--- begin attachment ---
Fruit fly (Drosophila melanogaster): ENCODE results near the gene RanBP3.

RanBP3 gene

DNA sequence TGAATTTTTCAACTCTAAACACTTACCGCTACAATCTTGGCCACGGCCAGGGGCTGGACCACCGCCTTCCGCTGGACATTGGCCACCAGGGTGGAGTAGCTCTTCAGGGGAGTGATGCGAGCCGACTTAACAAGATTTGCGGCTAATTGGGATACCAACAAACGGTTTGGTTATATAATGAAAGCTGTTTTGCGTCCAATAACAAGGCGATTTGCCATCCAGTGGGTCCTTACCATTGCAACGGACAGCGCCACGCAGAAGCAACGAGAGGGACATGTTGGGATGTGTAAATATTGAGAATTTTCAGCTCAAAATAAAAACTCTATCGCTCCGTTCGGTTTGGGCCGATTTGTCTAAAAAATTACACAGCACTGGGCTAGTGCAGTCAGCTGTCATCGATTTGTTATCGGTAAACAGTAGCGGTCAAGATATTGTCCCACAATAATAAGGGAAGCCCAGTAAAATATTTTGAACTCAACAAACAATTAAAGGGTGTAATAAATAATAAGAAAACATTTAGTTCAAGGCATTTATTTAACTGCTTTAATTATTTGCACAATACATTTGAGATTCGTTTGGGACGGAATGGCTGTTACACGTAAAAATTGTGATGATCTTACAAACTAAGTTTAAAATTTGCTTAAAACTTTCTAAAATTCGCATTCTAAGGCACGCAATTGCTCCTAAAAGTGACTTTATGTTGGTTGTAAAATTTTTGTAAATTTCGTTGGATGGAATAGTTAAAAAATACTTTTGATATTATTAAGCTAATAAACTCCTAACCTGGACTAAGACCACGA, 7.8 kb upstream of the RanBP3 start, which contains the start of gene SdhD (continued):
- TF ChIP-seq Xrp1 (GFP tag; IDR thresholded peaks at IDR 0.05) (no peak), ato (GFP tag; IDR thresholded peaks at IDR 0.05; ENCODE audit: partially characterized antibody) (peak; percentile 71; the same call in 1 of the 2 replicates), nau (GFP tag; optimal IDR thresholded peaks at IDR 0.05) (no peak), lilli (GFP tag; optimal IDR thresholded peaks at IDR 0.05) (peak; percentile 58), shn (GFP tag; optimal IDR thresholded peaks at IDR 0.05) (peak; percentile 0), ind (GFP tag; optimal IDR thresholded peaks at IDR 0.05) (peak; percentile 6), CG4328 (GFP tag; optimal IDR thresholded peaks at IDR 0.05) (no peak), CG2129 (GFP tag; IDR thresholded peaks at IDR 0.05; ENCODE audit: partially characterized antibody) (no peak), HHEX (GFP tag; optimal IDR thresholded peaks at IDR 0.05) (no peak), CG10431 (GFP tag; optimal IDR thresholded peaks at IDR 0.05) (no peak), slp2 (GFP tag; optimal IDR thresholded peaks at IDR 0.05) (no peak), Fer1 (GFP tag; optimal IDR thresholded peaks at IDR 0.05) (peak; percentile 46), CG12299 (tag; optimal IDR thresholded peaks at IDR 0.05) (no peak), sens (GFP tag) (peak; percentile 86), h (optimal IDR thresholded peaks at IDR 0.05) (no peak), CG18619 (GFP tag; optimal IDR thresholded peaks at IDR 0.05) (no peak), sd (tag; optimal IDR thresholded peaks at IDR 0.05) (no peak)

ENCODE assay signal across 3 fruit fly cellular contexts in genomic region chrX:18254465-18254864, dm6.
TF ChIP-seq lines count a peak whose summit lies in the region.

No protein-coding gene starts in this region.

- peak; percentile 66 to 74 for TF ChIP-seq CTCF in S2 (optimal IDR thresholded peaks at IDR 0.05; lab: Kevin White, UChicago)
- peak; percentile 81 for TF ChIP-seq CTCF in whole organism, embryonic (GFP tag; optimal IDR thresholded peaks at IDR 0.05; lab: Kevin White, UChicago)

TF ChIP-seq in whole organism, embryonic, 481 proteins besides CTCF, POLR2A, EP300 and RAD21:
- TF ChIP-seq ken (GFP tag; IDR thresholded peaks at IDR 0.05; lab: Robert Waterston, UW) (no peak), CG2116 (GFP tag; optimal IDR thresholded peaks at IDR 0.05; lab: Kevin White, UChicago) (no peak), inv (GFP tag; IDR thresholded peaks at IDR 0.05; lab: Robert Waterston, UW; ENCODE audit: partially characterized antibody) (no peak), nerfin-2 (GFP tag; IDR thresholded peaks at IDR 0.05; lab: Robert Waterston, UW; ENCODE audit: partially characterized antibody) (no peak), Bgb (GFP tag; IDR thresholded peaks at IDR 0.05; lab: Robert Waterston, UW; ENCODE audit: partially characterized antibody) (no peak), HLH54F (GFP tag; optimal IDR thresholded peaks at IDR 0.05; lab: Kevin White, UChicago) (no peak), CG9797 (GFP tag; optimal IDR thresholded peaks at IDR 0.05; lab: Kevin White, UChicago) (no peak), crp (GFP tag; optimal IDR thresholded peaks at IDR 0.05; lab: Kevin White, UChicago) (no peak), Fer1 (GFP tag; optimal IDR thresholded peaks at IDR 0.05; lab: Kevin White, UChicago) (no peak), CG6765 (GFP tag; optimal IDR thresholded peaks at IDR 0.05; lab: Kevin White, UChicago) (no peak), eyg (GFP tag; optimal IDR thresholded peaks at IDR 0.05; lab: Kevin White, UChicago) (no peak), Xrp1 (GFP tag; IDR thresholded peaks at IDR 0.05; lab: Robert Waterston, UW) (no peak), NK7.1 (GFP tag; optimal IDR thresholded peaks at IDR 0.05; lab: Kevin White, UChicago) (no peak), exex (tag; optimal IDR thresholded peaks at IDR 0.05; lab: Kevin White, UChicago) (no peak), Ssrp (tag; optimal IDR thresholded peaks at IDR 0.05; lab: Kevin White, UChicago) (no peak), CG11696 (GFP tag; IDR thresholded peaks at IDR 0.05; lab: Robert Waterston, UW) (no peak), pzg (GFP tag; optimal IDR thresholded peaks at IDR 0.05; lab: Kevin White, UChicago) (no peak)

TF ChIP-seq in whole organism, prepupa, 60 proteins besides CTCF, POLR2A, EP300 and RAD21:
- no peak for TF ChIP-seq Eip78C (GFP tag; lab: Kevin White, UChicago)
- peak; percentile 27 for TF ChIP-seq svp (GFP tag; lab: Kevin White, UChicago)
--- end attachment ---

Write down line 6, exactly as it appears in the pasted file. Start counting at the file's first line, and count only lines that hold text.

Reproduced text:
TF ChIP-seq lines count a peak whose summit lies in the region.